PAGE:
UK murderers who conceal victims' locations could be refused parole

Murderers who refuse to reveal the location of their victims' bodies could be denied parole under a UK law change.

Justice Secretary David Gauke has announced the 'Helen's Law' legislation, which will require parole boards to take into account a killer's refusal to provide information about the location of their victims' remains when deciding if they should be released.

"The Parole Board must consider this cruelty when reviewing an offender's suitability for release, which could see them facing longer behind bars," he says.

'Helen's Law' is named after Helen McCourt, who was murdered in 1988. Her killer, Ian Simms, has refused to reveal where he left her body.

Helen's mother, Marie McCourt, has campaigned to keep her Simms behind bars until he leads her to her daughter.

She says the impact of her daughter's death is "a pain in your heart that will never go", and welcomes the new law.

"It's hard to lose a loved one in any circumstances, but to have them murdered is horrific," she told BBC Breakfast.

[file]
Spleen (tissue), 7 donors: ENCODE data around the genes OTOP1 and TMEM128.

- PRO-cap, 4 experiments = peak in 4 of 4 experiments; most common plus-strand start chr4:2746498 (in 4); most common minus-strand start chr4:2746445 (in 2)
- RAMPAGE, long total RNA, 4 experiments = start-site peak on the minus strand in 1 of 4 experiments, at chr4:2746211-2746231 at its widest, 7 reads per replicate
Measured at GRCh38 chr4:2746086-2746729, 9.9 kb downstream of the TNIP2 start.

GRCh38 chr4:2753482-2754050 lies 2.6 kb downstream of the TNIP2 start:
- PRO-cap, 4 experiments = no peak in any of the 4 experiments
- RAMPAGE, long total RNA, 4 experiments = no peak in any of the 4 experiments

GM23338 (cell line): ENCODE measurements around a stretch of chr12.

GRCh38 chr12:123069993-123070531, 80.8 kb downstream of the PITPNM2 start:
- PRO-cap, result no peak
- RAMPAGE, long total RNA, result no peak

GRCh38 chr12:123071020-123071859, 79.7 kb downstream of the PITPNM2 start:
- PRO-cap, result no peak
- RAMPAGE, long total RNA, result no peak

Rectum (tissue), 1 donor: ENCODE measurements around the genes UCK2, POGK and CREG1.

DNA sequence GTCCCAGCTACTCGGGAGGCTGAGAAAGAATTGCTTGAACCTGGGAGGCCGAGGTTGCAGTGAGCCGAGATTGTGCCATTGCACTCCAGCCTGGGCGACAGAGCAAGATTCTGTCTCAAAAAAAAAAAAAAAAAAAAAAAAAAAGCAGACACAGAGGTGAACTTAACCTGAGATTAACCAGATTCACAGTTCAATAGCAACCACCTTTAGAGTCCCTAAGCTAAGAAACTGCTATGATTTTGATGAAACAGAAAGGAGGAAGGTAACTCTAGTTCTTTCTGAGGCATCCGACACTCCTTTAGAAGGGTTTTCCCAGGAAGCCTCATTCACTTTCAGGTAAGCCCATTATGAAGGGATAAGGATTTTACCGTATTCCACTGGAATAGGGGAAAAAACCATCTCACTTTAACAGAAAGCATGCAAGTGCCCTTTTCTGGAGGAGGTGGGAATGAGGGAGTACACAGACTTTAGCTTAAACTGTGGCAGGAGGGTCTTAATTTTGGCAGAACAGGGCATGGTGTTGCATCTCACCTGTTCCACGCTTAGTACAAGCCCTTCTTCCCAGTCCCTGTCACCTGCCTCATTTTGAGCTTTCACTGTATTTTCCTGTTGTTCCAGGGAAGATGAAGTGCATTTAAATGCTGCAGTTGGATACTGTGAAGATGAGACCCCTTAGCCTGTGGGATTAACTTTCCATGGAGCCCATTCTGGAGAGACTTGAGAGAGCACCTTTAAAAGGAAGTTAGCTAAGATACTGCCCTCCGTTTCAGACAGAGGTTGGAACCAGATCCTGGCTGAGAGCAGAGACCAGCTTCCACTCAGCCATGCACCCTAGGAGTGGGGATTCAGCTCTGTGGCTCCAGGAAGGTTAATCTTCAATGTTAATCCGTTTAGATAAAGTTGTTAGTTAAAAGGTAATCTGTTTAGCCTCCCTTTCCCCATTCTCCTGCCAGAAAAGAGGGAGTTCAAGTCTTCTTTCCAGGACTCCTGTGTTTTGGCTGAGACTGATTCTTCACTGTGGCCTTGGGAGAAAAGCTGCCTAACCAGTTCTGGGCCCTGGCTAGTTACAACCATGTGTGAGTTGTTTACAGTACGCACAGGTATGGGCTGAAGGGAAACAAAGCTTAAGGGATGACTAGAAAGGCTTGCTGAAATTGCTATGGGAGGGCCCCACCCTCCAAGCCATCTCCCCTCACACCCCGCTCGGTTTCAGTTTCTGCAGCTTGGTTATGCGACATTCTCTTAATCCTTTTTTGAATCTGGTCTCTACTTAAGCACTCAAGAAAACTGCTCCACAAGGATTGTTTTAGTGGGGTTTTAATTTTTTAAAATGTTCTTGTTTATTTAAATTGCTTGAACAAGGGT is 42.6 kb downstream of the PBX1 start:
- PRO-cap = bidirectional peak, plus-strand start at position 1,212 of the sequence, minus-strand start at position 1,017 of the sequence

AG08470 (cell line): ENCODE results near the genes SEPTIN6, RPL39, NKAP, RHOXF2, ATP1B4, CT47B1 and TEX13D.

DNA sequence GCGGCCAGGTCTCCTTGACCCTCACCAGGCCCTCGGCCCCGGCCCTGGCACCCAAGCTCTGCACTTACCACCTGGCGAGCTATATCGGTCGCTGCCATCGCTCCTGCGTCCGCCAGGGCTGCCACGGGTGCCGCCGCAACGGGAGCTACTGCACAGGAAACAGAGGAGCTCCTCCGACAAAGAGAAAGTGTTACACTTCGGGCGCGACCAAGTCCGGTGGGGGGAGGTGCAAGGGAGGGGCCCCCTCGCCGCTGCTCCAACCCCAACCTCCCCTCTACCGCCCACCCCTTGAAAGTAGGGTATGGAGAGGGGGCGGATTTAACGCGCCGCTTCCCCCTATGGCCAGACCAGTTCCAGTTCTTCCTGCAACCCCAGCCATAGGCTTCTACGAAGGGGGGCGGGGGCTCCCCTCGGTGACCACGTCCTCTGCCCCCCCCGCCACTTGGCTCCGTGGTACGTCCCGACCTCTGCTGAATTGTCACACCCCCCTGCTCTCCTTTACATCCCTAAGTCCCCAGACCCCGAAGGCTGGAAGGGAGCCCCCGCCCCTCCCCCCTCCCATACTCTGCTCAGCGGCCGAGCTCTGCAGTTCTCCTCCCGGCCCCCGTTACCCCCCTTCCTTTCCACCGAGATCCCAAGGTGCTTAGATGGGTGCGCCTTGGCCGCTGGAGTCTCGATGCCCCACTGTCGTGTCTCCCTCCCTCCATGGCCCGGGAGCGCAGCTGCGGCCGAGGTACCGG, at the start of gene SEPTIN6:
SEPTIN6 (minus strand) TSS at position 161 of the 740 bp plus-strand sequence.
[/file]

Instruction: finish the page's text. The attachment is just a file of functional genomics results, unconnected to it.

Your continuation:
"But then not to have their remains to be able to go and put flowers on, it's a grief that can't come out of you.

"Families deserve to say a last goodbye and know where their loved one is going to be resting."

Nearly 600,000 people signed a petition, launched in 2015, to introduce 'Helen's Law'.

However the legislation will require primary legislation and full parliamentary approval before it comes into effect, the Guardian reports.

This means it could come in too late to force Simms to cooperate as his parole process is already underway.

Marie still faces an anguished wait for information on her daughter's resting place.

"I wrote to him, begging him 'please, please just tell me and you will not hear from me again'," she says.

"I still hope he will remain in prison until he tells me. I hope one day I will know."